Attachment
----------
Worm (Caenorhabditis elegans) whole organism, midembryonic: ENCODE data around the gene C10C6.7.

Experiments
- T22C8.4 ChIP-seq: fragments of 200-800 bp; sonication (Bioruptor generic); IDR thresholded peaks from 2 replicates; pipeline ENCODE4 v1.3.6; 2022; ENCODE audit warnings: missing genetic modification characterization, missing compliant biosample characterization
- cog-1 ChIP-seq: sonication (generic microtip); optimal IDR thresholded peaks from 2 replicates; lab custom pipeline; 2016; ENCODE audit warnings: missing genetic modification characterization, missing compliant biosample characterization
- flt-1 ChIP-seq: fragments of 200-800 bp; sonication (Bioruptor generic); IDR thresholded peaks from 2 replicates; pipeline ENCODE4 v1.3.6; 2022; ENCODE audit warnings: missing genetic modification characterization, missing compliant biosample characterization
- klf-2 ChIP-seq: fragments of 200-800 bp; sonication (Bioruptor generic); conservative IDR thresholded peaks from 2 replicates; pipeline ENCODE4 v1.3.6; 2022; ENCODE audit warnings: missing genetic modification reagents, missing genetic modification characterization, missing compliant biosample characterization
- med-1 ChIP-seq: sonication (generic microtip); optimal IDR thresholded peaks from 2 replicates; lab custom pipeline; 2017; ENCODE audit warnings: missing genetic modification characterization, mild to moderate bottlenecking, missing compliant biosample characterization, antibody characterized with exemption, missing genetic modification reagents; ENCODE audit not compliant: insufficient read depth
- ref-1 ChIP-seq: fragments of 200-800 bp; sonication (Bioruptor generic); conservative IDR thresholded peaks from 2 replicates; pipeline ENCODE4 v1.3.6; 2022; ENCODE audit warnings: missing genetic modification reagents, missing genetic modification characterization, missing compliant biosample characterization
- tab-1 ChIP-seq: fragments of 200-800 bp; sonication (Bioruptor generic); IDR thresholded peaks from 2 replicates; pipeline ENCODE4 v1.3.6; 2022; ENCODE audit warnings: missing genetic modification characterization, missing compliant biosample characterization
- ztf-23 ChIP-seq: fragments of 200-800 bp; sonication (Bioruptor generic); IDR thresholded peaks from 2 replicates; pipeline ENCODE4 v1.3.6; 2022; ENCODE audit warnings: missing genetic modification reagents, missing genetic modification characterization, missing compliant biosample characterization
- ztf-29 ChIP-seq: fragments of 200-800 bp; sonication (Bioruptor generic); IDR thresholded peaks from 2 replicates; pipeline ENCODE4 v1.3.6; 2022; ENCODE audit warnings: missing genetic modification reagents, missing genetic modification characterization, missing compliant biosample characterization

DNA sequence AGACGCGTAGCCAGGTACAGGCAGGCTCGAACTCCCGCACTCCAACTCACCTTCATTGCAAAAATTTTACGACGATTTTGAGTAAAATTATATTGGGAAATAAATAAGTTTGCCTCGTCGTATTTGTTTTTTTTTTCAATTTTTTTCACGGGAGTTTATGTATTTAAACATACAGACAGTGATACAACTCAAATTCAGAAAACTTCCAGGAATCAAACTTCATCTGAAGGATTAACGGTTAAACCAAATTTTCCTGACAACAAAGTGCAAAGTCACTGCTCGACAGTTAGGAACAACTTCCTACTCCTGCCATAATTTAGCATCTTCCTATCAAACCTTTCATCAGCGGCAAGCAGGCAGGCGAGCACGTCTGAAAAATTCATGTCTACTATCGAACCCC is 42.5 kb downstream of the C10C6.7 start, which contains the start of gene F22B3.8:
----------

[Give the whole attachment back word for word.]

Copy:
Worm (Caenorhabditis elegans) whole organism, midembryonic: ENCODE data around the gene C10C6.7.

Experiments
- T22C8.4 ChIP-seq: fragments of 200-800 bp; sonication (Bioruptor generic); IDR thresholded peaks from 2 replicates; pipeline ENCODE4 v1.3.6; 2022; ENCODE audit warnings: missing genetic modification characterization, missing compliant biosample characterization
- cog-1 ChIP-seq: sonication (generic microtip); optimal IDR thresholded peaks from 2 replicates; lab custom pipeline; 2016; ENCODE audit warnings: missing genetic modification characterization, missing compliant biosample characterization
- flt-1 ChIP-seq: fragments of 200-800 bp; sonication (Bioruptor generic); IDR thresholded peaks from 2 replicates; pipeline ENCODE4 v1.3.6; 2022; ENCODE audit warnings: missing genetic modification characterization, missing compliant biosample characterization
- klf-2 ChIP-seq: fragments of 200-800 bp; sonication (Bioruptor generic); conservative IDR thresholded peaks from 2 replicates; pipeline ENCODE4 v1.3.6; 2022; ENCODE audit warnings: missing genetic modification reagents, missing genetic modification characterization, missing compliant biosample characterization
- med-1 ChIP-seq: sonication (generic microtip); optimal IDR thresholded peaks from 2 replicates; lab custom pipeline; 2017; ENCODE audit warnings: missing genetic modification characterization, mild to moderate bottlenecking, missing compliant biosample characterization, antibody characterized with exemption, missing genetic modification reagents; ENCODE audit not compliant: insufficient read depth
- ref-1 ChIP-seq: fragments of 200-800 bp; sonication (Bioruptor generic); conservative IDR thresholded peaks from 2 replicates; pipeline ENCODE4 v1.3.6; 2022; ENCODE audit warnings: missing genetic modification reagents, missing genetic modification characterization, missing compliant biosample characterization
- tab-1 ChIP-seq: fragments of 200-800 bp; sonication (Bioruptor generic); IDR thresholded peaks from 2 replicates; pipeline ENCODE4 v1.3.6; 2022; ENCODE audit warnings: missing genetic modification characterization, missing compliant biosample characterization
- ztf-23 ChIP-seq: fragments of 200-800 bp; sonication (Bioruptor generic); IDR thresholded peaks from 2 replicates; pipeline ENCODE4 v1.3.6; 2022; ENCODE audit warnings: missing genetic modification reagents, missing genetic modification characterization, missing compliant biosample characterization
- ztf-29 ChIP-seq: fragments of 200-800 bp; sonication (Bioruptor generic); IDR thresholded peaks from 2 replicates; pipeline ENCODE4 v1.3.6; 2022; ENCODE audit warnings: missing genetic modification reagents, missing genetic modification characterization, missing compliant biosample characterization

DNA sequence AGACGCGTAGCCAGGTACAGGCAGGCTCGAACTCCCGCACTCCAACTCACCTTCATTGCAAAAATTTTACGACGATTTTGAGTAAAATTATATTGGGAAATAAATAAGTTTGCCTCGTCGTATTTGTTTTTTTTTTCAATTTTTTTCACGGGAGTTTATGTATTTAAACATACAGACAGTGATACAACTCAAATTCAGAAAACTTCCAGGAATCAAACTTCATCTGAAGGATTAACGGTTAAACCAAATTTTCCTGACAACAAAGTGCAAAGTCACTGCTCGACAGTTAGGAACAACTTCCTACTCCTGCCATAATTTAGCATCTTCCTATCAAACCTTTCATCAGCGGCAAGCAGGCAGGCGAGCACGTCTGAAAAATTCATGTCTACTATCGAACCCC is 42.5 kb downstream of the C10C6.7 start, which contains the start of gene F22B3.8: